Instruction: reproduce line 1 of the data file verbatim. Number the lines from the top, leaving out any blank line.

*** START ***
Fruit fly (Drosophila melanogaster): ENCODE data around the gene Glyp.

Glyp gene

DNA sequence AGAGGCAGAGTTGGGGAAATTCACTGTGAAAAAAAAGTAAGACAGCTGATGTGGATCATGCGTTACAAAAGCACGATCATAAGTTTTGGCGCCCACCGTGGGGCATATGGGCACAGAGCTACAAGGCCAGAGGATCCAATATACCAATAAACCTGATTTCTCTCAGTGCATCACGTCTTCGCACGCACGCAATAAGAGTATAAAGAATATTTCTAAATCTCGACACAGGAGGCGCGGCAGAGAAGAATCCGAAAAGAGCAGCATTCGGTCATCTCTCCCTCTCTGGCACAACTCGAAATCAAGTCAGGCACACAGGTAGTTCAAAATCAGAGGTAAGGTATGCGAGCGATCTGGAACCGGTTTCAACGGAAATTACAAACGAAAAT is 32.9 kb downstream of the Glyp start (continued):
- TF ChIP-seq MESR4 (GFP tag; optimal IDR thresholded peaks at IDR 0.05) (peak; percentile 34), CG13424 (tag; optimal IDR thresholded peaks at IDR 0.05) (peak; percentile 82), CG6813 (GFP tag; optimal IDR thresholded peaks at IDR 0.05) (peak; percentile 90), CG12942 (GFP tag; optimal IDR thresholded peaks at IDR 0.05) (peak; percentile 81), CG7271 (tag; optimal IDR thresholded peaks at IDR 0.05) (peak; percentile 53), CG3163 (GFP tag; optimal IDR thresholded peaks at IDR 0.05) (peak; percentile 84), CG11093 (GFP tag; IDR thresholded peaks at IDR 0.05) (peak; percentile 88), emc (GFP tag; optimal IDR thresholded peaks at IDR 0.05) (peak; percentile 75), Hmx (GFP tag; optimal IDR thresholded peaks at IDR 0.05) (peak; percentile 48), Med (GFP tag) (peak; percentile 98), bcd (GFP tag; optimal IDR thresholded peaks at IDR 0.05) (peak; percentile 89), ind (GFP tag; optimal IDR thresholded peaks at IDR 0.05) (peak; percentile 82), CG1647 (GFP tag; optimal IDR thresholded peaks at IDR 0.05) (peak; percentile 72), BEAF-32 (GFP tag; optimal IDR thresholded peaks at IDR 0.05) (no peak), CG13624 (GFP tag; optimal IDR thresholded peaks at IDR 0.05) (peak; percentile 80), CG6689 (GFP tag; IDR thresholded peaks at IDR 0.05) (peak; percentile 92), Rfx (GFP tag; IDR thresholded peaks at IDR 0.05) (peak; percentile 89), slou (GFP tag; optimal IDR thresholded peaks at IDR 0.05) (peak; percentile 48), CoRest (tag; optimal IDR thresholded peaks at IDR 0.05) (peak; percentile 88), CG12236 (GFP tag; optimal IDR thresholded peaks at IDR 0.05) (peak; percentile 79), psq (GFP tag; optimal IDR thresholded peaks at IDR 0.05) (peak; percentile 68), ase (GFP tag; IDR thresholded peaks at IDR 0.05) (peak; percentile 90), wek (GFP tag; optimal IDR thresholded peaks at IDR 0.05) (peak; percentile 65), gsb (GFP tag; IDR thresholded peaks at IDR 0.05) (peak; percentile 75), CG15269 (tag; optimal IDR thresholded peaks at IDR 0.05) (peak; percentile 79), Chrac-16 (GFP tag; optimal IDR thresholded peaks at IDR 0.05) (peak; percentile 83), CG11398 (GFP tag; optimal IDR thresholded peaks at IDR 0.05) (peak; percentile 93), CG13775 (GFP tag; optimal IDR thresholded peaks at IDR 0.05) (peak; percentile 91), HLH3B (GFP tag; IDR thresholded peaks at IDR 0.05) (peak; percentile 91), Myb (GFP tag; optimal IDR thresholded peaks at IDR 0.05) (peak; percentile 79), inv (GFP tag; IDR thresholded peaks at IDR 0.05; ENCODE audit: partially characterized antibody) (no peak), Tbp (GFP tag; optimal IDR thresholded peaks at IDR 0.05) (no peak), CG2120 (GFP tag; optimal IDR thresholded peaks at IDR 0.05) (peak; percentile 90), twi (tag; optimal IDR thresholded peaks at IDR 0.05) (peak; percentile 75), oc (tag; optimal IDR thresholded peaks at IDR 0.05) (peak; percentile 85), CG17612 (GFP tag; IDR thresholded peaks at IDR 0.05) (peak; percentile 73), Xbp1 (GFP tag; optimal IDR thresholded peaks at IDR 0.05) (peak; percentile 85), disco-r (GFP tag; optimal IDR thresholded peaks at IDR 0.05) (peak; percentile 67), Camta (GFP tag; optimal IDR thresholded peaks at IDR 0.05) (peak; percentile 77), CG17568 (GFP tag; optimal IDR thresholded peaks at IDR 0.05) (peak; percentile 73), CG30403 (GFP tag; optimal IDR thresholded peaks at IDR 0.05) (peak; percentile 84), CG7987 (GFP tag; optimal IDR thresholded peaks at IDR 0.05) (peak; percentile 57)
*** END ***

Fruit fly (Drosophila melanogaster): ENCODE data around the gene Glyp.